Beyond validating the origin of the TiO2 release, evaluating the size of the emitted particles is crucial for predicting their transport, fate, and potential toxicity. The October 2017 surface waters were filtered to look for the presence of TiO2 in the particulate (>0.20 μm), colloidal (0.02–0.20 μm), and dissolved and/or small nanoparticulate (<0.02 μm) fractions. Filtration and elemental analysis were also performed for the March 2018 samples, but due to low Ti concentrations in the raw surface waters, Ti in the filtrates was below 2 nM and not quantifiable (results not shown). As shown in the Figure 4 inset, for the TiO2 emitted from the Industrial Effluent and WWTP and then transported to the confluence at km 0, the majority of Ti was in the particulate form (98.6, 99.8, and 94% for the three sites, respectively), with a small contribution from the colloidal and dissolved and/or nanoparticulate fractions (0.2–6%). Specifically, Ti concentrations in the colloidal fraction were calculated to be 1.8, 0.4, and 3.1 μg/L for the Industrial Effluent, WWTP, and km 0 sites, whereas Ti concentrations measured in the dissolved/nanoparticulate fraction were 1.5, 0.3, and 0.4 ug/L for the respective sites. However, caution must be taken in interpreting these results, as previous work has shown that TiO2 NMs can homo- and hetero- aggregate under river water conditions to form μm-sized aggregates (Loosli et al., 2013; Labille et al., 2015; Adam et al., 2016). Thus, the elemental analysis of the filtrates performed here cannot be used to distinguish between the presence of primary TiO2 particles >0.20 μm and aggregates containing primary TiO2 particles <0.20 μm.
Scanning electron microscopy (SEM) was used to visualize potential anthropogenic TiO2 particles collected on 0.20 μm filter membranes from the Industrial Effluent and WWTP surface waters in October 2017. Although such an analysis remains challenging due to the low amount of Ti and considerable difficulty in providing statistically relevant data, it provided information on the primary particle size and morphology. The resulting SEM images revealed the presence of clusters of spherical nanomaterials in the waters collected from the Industrial Effluent and WWTP, with a shape and size consistent of TiO2 synthesized for industrial and commercial applications (Figure 6) (Westerhoff et al., 2011). For the Industrial Effluent (Figure 6A), the nanomaterials in the imaged cluster had a primary particle size of 50 ± 13 nm (1 image, n = 11 particles), whereas for the WWTP (Figure 6B), the primary particle size was larger at 174 ± 43 nm (1 image, n = 8 particles). Furthermore, both EDS spectra exhibited Ti K and O K peaks, confirming that the particles were TiO2. Of note, the presence of some P and Fe can be attributed to the surrounding environment, while the large Al signal resulted from the aluminum oxide membrane filter and the SEM pin stub. Additional SEM images and EDS spectra of other regions on the same 0.20 μm filter membranes also showed clusters of spherical TiO2 nanomaterials, with primary particle sizes of ~50–150 nm (Figures S5–S7).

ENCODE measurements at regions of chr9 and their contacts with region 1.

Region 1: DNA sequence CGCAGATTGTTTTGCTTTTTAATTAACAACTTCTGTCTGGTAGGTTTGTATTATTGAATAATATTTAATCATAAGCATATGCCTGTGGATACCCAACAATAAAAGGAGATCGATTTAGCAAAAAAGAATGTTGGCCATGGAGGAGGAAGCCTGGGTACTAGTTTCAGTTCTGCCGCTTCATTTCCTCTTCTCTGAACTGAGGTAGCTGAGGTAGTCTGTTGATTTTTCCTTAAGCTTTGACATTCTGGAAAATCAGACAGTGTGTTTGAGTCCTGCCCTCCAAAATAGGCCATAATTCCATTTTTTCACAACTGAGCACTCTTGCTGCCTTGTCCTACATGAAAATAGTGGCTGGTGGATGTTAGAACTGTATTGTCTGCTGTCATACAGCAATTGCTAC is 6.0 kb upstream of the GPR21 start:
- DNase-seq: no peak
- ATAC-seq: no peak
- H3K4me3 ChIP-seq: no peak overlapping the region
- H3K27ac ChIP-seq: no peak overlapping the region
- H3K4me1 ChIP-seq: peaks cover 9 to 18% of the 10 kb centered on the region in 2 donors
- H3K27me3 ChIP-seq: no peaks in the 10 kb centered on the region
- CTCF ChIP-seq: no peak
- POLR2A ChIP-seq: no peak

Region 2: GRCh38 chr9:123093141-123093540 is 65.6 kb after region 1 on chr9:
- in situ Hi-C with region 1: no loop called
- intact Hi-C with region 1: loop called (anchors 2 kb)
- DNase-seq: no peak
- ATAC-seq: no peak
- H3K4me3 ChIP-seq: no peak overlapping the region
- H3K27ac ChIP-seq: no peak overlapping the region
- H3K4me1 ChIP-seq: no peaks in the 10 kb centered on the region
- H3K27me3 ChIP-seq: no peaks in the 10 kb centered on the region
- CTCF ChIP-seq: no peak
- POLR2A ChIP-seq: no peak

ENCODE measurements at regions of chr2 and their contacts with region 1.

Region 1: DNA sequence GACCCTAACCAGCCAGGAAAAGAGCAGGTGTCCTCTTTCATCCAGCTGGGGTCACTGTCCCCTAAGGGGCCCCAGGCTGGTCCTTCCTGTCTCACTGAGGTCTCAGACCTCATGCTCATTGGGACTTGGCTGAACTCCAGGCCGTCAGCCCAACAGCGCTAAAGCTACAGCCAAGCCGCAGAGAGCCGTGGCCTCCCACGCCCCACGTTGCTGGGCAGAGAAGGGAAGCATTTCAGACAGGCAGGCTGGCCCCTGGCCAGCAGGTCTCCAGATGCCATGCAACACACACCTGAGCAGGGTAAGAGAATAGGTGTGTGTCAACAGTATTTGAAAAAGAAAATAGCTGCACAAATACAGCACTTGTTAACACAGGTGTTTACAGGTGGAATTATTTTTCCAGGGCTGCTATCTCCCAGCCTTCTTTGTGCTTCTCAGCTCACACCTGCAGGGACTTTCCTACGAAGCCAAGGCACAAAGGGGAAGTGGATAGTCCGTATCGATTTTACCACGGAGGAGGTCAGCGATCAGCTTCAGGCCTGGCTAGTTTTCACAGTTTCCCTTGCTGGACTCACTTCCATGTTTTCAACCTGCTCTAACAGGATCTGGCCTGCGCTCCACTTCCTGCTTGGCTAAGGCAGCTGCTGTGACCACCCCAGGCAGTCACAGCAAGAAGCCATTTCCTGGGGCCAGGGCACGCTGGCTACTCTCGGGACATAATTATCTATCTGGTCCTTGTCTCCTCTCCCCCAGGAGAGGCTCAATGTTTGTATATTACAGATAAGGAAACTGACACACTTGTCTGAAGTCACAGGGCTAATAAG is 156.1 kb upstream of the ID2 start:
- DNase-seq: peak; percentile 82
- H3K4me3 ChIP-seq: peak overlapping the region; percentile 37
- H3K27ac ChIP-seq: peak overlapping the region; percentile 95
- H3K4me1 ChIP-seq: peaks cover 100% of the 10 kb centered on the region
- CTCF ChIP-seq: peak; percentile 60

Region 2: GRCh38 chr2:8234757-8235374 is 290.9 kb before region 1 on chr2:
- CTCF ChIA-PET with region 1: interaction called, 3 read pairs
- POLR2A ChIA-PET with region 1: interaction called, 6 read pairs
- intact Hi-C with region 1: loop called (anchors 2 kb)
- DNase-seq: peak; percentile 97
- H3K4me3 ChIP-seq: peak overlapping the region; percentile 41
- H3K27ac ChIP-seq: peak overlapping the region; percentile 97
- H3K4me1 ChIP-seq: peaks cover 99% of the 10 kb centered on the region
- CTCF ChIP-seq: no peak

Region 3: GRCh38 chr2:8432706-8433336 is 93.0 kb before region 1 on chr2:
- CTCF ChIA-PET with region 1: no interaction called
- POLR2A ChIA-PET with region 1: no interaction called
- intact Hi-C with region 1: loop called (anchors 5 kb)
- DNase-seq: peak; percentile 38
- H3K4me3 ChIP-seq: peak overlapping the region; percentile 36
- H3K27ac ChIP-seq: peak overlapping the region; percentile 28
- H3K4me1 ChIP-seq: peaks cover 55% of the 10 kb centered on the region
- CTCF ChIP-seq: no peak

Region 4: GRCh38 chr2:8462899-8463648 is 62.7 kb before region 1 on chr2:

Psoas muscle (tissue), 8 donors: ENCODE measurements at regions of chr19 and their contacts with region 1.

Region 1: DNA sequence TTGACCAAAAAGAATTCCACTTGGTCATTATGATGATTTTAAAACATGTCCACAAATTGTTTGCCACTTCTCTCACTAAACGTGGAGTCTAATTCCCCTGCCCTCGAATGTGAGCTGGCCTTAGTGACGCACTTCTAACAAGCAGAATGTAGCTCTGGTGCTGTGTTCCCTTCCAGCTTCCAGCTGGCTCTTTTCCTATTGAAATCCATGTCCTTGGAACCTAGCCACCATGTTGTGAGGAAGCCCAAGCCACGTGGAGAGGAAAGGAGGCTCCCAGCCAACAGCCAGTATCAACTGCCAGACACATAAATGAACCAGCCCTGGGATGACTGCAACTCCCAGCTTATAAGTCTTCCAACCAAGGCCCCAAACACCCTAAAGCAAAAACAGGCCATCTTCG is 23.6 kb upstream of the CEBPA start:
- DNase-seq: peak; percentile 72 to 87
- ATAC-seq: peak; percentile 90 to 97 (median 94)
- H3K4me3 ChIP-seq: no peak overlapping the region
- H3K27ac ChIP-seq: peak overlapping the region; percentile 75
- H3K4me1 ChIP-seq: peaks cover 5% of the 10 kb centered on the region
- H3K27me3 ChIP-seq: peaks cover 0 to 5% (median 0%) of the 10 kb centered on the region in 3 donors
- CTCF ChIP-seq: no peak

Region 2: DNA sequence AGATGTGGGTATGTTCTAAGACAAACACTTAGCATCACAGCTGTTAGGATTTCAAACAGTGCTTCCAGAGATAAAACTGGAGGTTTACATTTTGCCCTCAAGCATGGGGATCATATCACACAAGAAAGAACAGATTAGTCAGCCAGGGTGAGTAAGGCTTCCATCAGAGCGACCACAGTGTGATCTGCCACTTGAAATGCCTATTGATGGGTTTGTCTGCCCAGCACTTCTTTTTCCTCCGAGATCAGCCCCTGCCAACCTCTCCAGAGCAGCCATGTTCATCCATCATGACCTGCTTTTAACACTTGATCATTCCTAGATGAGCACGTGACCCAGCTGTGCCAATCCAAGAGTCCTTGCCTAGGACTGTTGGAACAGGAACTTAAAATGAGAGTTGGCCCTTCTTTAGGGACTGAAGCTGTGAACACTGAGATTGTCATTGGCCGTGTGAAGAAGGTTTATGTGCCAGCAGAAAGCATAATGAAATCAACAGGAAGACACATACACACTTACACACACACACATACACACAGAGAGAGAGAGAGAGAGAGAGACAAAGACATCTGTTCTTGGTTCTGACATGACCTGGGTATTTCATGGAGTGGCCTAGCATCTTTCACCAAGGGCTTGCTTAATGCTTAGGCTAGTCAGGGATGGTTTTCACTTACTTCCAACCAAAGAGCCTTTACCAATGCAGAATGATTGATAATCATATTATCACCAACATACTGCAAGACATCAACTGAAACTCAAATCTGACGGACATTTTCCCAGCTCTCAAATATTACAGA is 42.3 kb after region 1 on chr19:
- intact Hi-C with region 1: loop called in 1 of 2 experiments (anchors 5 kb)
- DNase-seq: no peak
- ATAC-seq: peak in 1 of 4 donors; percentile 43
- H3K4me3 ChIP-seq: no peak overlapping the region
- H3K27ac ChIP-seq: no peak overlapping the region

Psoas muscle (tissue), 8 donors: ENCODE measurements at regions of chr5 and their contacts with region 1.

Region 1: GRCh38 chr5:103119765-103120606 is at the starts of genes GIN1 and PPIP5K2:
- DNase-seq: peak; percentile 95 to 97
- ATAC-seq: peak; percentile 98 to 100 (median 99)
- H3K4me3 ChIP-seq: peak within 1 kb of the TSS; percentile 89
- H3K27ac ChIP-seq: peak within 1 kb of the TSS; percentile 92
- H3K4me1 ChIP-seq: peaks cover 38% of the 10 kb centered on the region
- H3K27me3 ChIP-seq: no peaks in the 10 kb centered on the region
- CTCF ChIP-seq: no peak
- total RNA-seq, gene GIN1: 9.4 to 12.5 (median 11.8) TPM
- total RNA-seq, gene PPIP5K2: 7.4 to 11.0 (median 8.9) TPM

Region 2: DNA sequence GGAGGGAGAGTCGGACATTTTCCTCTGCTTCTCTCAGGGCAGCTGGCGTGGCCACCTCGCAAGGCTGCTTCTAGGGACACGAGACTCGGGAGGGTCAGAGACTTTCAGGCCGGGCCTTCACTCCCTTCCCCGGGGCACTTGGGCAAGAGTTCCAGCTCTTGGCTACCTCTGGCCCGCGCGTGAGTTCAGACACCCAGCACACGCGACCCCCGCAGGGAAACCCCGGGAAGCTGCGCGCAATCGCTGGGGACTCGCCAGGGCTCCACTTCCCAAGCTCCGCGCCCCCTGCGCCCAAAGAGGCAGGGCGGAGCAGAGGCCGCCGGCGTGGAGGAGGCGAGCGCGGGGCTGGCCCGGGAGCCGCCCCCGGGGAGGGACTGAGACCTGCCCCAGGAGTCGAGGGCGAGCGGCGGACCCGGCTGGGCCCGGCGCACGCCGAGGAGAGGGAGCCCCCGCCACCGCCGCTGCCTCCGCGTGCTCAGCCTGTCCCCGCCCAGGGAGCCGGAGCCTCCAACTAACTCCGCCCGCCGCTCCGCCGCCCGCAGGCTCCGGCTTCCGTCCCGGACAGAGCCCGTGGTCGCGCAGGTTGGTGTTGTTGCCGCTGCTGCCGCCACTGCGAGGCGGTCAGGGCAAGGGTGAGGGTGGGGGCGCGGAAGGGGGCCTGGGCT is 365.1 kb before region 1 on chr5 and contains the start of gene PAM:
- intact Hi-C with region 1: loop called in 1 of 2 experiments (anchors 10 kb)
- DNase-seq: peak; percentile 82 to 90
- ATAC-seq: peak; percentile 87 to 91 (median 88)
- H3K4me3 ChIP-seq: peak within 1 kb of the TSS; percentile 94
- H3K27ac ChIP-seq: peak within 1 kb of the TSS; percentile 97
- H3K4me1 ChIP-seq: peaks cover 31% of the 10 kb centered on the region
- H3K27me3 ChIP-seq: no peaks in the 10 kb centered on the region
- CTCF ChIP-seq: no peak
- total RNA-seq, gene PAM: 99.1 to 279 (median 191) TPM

Figure 6. SEM images (left) and corresponding EDS spectra (right) of particles recovered on 0.20 μm filters from (A) Industrial Effluent and (B) WWTP in October 2017. Some charging features present in SEM images as a result of no coating being applied to samples.
While Ti elemental analysis of the surface water fractions suggested that >94% of the emitted TiO2 particles were >0.20 μm, primary TiO2 particles observed with SEM were <0.20 μm, and should have passed through the 0.20 μm membrane pores during filtration. These results indicate that the anthropogenic TiO2 in the canal waters likely exists as aggregates of nanomaterials, at least in the Industrial Effluent. However, without further investigation it is not possible to discriminate between aggregates of fused TiO2 nanomaterials formed during manufacturing from individual TiO2 nanomaterials incorporated in homo- or hetero-aggregates formed in the canal waters under favorable ionic strength conditions (Loosli et al., 2013; Adam et al., 2016; Ilina et al., 2017; Slomberg et al., 2019). The formation of TiO2 NM homo-aggregates over hetero-aggregates in the canal waters would only be probable if the NMs were present at a far greater concentration compared to that of natural colloids (Figure S8).
The significant differences in size of the TiO2 particles collected at the Industrial Effluent and WWTP in October 2017 may result from temporal variations in particle manufacturing (production of nanomaterial and pigment), waste treatment, and effluent emissions. Furthermore, the disparity between the particles collected at the Industrial Effluent and the WWTP is coherent with the fact that the effluents from the NM manufacturing plant and the urban WWTP are unlikely to have the same composition. Any NMs present in the industrial effluent would be presumably composed of a mixture of unaged anatase and rutile TiO2 based on plant production schedules, while those released in WWTP effluents most likely have a different origin and come from aged by-products of paints and personal care products (e.g., toothpaste, cosmetics) (Westerhoff et al., 2011).